Neither of these problems is something the average homeowner can repair. In these cases the module or the master (or both) will need to be repaired by a qualified NuTone Service Center.



When it's time to reconnect the chime module to your master station, it is very important to do it correctly, otherwise you will damage and ruin your new or newly repaired chime module. I covered how to unplug the gray cable that comes from the module and is plugged into the master station.

If you look at the gray cable carefully, you will notice that along one side of the ribbon cable there is a red stripe. This red stripe is the index marking for pin #1 on the plug end. The plug end is also made so it can only be plugged into the socket one way (even though if you push hard enough you can get it wrong)

If you plug the cable in backwards, you will destroy the module. If you are unsure on how to plug the module in correctly, download a copy of the IA28-IA29 chime module instructions and follow them....



If your chime module is ringing over and over, don't just ignore the problem and turn down all of the volume controls so you won't hear the chime tones. The constant signal input from a chime module will damage your Master Station if the problem is not corrected. Turning down the volume controls does not reduce the signal from the chime module into the master station. If it is left this way for a long period of time (months) it will cause the amplifier in the Master Station to become damaged, which will cost more to repair.

See all of the NuTone Chime Module Pictures



Why is my Chime Module Volume So Very LOUD?

Whenever we return a customer's repaired NuTone Intercom Master Station, we include simple to follow instructions on how to set up the adjustments for their particular model of Intercom System.

The basic purpose of these Set-Up Instructions is to make sure that the newly repaired Master Station will work as it was originally intended.  The most common error with NuTone Intercom System adjustments is that the volume settings are set much too low, which effects how well the intercom portion of the system operates. Over time this adds extra stress to the amplifier.

One of the by-products of setting up any system correctly is that, suddenly, the volume of the built-in Chime Module is very loud...much louder than it was before the repair.

Volume Settings on NuTone Chime Modules

The two most common models of NuTone Chime Modules are the IA28 and IA29.  These were in production from 1984 through 2008.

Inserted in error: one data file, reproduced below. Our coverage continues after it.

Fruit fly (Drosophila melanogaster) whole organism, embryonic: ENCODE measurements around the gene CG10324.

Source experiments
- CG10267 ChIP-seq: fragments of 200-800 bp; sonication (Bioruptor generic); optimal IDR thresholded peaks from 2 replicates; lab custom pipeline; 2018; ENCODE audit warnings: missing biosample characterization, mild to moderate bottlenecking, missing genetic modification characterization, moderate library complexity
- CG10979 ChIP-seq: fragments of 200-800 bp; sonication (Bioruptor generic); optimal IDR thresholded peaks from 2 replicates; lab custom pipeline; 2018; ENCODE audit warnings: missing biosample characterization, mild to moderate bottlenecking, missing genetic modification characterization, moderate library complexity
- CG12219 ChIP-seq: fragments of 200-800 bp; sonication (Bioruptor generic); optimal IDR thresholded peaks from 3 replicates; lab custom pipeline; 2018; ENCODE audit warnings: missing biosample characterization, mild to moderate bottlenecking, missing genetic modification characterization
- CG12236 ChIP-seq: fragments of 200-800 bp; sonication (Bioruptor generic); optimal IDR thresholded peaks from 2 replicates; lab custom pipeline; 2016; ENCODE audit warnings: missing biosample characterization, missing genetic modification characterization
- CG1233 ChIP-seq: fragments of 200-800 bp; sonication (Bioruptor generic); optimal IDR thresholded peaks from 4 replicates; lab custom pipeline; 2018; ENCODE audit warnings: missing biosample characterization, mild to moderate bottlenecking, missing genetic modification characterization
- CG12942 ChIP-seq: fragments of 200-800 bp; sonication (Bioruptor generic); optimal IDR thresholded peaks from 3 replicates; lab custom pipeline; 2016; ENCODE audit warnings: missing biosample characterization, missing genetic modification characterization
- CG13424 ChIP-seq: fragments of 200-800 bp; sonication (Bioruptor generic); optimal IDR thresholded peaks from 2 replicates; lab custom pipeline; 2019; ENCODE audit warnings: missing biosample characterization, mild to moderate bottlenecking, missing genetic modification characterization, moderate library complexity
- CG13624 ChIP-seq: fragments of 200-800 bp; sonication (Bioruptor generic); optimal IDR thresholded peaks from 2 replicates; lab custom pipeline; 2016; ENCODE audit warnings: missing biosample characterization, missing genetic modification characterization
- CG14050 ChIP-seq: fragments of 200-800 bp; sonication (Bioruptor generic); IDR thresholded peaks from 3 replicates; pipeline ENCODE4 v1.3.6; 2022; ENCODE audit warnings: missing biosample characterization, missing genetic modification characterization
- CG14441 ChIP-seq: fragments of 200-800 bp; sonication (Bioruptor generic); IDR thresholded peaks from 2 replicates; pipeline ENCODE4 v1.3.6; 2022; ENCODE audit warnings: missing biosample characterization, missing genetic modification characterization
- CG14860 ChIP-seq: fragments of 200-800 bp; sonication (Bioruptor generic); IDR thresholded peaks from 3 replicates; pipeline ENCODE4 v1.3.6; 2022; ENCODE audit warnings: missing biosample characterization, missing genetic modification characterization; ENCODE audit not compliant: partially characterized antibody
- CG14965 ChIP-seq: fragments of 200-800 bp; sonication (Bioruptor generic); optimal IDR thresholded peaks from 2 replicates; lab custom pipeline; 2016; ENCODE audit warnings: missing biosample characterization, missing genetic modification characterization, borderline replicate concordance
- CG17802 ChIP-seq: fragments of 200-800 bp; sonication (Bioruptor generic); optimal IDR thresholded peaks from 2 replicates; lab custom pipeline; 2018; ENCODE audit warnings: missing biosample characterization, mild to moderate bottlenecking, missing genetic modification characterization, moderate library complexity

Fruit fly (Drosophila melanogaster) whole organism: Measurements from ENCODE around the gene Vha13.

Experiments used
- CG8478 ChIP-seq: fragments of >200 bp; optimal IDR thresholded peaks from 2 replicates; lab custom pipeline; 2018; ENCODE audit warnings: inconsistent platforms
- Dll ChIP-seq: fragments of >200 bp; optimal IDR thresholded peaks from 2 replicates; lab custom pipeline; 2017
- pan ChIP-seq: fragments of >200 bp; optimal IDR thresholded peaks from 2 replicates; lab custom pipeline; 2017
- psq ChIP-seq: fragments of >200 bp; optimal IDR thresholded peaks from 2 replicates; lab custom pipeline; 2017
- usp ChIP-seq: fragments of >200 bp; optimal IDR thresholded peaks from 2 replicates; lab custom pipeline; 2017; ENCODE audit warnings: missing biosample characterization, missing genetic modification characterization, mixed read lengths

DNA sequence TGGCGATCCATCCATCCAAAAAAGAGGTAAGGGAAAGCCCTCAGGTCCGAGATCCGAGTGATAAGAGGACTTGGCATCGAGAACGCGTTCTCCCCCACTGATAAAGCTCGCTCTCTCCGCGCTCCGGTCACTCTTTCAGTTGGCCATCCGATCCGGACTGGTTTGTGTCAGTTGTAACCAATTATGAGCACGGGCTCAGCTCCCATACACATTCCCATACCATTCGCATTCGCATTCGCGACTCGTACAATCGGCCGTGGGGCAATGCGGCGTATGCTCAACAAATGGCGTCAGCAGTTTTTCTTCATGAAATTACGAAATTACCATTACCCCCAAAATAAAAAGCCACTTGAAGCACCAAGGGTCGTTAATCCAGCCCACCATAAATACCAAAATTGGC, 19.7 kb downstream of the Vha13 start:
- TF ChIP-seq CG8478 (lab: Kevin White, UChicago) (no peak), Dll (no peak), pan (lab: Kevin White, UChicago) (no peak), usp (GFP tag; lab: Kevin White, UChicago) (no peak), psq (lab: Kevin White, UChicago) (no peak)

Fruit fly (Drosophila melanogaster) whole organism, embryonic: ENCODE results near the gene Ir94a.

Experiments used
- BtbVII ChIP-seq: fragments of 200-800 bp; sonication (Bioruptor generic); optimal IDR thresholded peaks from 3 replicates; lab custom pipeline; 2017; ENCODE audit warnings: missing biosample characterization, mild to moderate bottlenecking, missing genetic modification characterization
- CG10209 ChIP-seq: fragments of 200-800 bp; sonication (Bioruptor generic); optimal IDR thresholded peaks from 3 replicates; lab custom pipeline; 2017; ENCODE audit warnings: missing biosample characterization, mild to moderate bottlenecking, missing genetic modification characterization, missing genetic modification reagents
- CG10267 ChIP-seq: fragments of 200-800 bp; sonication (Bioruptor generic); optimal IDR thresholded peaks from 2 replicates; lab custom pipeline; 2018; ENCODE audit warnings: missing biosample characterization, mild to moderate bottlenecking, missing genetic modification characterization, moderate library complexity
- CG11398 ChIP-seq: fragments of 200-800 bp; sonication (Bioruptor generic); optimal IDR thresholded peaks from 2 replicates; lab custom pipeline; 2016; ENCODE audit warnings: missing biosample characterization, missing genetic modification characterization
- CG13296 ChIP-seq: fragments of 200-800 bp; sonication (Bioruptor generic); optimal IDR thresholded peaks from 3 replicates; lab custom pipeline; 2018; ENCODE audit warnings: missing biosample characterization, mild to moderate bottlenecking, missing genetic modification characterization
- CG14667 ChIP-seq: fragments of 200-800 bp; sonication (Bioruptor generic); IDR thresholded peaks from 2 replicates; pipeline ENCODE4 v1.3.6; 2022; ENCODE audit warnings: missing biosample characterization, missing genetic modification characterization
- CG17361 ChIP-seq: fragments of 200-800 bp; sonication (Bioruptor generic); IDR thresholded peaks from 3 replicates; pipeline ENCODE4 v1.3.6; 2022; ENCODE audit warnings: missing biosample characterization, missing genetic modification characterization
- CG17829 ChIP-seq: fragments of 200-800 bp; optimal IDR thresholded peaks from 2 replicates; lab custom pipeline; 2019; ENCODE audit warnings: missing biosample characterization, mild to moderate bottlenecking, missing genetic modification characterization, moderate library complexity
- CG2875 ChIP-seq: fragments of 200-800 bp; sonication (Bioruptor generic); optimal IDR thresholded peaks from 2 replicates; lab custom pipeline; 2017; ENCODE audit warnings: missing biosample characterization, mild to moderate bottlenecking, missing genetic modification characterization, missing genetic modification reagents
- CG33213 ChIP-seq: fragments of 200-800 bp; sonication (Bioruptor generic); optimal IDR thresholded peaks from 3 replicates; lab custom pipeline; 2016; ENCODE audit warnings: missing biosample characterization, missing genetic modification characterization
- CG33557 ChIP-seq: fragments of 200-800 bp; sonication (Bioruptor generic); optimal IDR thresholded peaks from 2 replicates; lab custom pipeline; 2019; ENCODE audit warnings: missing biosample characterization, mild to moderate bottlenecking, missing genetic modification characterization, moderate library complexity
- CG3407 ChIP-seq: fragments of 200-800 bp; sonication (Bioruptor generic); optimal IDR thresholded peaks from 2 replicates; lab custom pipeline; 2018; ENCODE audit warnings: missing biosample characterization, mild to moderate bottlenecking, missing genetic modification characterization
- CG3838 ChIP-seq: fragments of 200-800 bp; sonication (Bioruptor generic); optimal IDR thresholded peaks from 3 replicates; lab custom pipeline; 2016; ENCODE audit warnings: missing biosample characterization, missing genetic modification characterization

These Chime Modules are used in every model of NuTone Radio Intercom System made during that time. 

Chime Module were always an "Optional Extra", which meant that you had to pay extra to have a Chime Module added to your Intercom System when it was being installed.

When the installer put the Chime Module into your Master Station, the volume adjustment was not "Pre-set" from the factory. The installer was responsible for making the volume adjustment during the installation. Often, or at least most of the time, this did not happen.  In many, many installations, the Chime Module Volume is set way too loud for most home owner's needs.

Once the homeowner hears how loud the chime is, they do what would seem natural, and they turn down the volume on every Intercom Station.  While this does lower the chime volume, it also effects the overall operation of the Radio and Intercom features of the system.

Basic Steps for Correcting the Volume of a Loud Chime Module

1.  Turn all of the Volume Controls on all of the Remote Stations to Maximum (fully clockwise)

2.  Turn the Volume on the Master Station to Maximum

3.  Locate the "System Volume" or "Program Volume" on your Master Station

4.  Turn on the Radio (AM or FM) and tune it to a strong station

5.  Adjust the "System Volume" or "Program Volume" to achieve a comfortable Radio Volume throughout the home

Now, ring the door bell by pushing the door bell button on your front porch.  If the Chime is now very loud (louder than you would like it to be) Watch the Video and see how to adjust the Chime Module's Volume Setting.


I used a NuTone IM3303 Master Station in the Video as an example.  The basic steps of making the Volume Adjustment are the same for most NuTone Radio Intercom Systems.

What is different from system to system is where the Chime Module is mounted inside the Master Station.

On our You Tube Channel, you will find Play Lists for many different NuTone Intercom Systems.  Most of these Play Lists include a Video which shows how to completely remove the Master Station.  Part of each of these "Removal Videos"  will show where the Chime Module is mounted inside that particular Model.

Use This Button for our You Tube Channel Play Lists